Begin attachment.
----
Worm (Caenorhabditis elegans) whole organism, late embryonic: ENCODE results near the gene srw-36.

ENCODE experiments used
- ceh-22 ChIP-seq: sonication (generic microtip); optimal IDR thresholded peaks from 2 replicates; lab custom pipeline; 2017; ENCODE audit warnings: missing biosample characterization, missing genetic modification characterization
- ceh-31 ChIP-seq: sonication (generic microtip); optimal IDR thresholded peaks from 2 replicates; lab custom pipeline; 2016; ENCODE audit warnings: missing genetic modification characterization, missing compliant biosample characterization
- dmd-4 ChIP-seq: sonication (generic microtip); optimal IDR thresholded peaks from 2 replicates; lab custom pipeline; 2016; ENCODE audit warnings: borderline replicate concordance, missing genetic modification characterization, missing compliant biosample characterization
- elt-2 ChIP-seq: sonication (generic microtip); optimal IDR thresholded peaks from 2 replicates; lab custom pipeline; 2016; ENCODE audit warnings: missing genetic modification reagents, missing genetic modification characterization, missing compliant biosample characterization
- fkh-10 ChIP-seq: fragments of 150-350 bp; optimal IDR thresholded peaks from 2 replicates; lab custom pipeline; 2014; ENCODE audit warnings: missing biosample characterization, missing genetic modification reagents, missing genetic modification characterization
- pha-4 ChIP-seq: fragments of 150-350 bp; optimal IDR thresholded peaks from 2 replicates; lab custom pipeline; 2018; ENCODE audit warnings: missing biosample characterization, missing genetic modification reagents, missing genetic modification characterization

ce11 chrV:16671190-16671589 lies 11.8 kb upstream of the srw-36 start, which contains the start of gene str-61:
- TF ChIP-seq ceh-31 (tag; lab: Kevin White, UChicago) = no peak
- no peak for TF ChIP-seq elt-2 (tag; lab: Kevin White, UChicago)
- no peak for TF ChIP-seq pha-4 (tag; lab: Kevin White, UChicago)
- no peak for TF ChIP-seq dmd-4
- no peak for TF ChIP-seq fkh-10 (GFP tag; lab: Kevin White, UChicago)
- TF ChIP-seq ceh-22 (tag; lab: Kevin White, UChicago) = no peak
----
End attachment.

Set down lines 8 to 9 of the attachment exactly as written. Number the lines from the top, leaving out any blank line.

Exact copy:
- pha-4 ChIP-seq: fragments of 150-350 bp; optimal IDR thresholded peaks from 2 replicates; lab custom pipeline; 2018; ENCODE audit warnings: missing biosample characterization, missing genetic modification reagents, missing genetic modification characterization

ce11 chrV:16671190-16671589 lies 11.8 kb upstream of the srw-36 start, which contains the start of gene str-61: